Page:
John Ruskin The Seven Lamps Of Architecture Analysis

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The ninetieth century, or the machine age, became a time period in America in which the demands for goods were heightened due to the fast pace producibility the machine was capable of. No longer bound by human limitation, the machines allowed for a hyper manufacturing of products in a quicker and inexpensive manner. However, not all backed for the machine age and argued that the machine had taken away the quality of product. Philosopher John Ruskin wrote in The Seven Lamps of Architecture, about machines destroying creativity, and he was an advocate of medieval architecture due to it’s honesty in craftsmanship and preservation of material which he felt industrialization had eliminated (Kemp 1992). He also voiced social criticism regarding …show more content…
from the very start until the very end. Furthermore, the craftsmanship of pieces or furniture would be designed in such a way in which screws and nails were not needed, and he believed that the durability of furniture depended on joinery. Color within the style was mostly muted, were the touches of color were given through details like rugs, stain glass, or one vivid color within a block of space, or wall paper with a specific motif. The structure within the architecture arts and craft style also embodied honesty shown by exposed beams found in the ceiling, following the breaking down the wall in sections as portrayed in photo 1.2. Large pane windows, and glass with stained and art glass were commonly found within examples of the style. The Gamble House’s entrance door is one of the best examples of the usage of stained art glass within architecture, and the best case studies for the Arts and Craft movement are residential homes, as the style’s motive was to enhance the quality of life by enhancing it’s aesthetic value, which was mostly found in the making of furniture and every day objects to enrich a living space (Blakesley …show more content…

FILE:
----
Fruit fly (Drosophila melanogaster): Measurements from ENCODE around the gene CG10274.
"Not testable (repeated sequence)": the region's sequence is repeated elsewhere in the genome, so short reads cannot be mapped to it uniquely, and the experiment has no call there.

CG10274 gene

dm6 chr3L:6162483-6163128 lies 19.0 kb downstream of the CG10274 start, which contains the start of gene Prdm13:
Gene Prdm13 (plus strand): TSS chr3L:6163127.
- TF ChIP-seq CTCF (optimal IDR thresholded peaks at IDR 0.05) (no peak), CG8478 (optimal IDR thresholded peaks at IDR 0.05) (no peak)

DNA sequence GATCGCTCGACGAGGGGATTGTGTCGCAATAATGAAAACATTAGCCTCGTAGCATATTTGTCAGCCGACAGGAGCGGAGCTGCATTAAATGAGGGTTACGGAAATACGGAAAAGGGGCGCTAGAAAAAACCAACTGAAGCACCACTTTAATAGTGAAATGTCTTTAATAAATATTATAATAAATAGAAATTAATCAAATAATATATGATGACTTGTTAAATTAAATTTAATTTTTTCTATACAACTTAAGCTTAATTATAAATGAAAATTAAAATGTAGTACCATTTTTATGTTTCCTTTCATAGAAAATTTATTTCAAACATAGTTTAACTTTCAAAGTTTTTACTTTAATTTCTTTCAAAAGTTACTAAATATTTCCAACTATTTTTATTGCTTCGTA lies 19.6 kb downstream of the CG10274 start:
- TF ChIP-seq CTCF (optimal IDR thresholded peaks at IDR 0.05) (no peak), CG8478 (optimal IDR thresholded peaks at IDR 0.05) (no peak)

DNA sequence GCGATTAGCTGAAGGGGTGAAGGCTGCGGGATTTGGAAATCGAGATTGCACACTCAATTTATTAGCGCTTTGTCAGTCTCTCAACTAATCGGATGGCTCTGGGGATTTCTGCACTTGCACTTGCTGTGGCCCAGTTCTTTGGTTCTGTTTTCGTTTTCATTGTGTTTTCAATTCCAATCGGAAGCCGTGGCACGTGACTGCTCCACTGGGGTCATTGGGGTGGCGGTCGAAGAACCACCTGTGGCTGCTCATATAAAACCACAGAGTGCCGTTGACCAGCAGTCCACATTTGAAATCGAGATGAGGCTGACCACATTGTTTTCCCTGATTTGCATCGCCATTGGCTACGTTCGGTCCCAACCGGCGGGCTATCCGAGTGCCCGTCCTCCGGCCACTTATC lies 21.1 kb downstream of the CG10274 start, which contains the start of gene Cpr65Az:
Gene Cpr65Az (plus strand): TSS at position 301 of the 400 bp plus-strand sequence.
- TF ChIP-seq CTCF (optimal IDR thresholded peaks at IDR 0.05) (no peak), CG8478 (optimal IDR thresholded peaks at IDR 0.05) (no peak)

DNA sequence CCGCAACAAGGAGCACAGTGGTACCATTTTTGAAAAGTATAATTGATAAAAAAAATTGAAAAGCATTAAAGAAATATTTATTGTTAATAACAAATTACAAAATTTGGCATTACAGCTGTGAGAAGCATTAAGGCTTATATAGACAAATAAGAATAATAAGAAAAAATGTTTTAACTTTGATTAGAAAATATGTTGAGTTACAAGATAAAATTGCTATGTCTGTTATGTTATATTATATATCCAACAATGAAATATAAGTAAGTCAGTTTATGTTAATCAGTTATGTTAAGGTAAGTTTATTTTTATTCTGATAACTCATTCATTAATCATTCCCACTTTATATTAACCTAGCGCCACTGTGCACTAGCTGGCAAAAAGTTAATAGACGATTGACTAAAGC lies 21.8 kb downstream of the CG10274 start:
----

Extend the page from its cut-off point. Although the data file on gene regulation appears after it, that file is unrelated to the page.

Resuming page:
The school was ran by Calvin Milton Woodward, who was an engineer and advocate of hands on training. The curriculum of the school was influential to the Greene brother’s interest in the Arts and Craft Movement, as the ideals of craftsmanship had been already part of their training in their prior education by working with metal and woodworking. The brothers went on to pursue a two year certificate program at MIT’s School of Architecture, were their focus was on studying different building styles (Makinson 1977). The two brothers moved back to Pasadena California after working in different firms located in Boston. The Greene’s Japanese influence in later work is said to stem from seeing examples of Japanese architecture in their pit stop at the World’s Columbian Exposition while they were on their way back to Pasadena (Makinson

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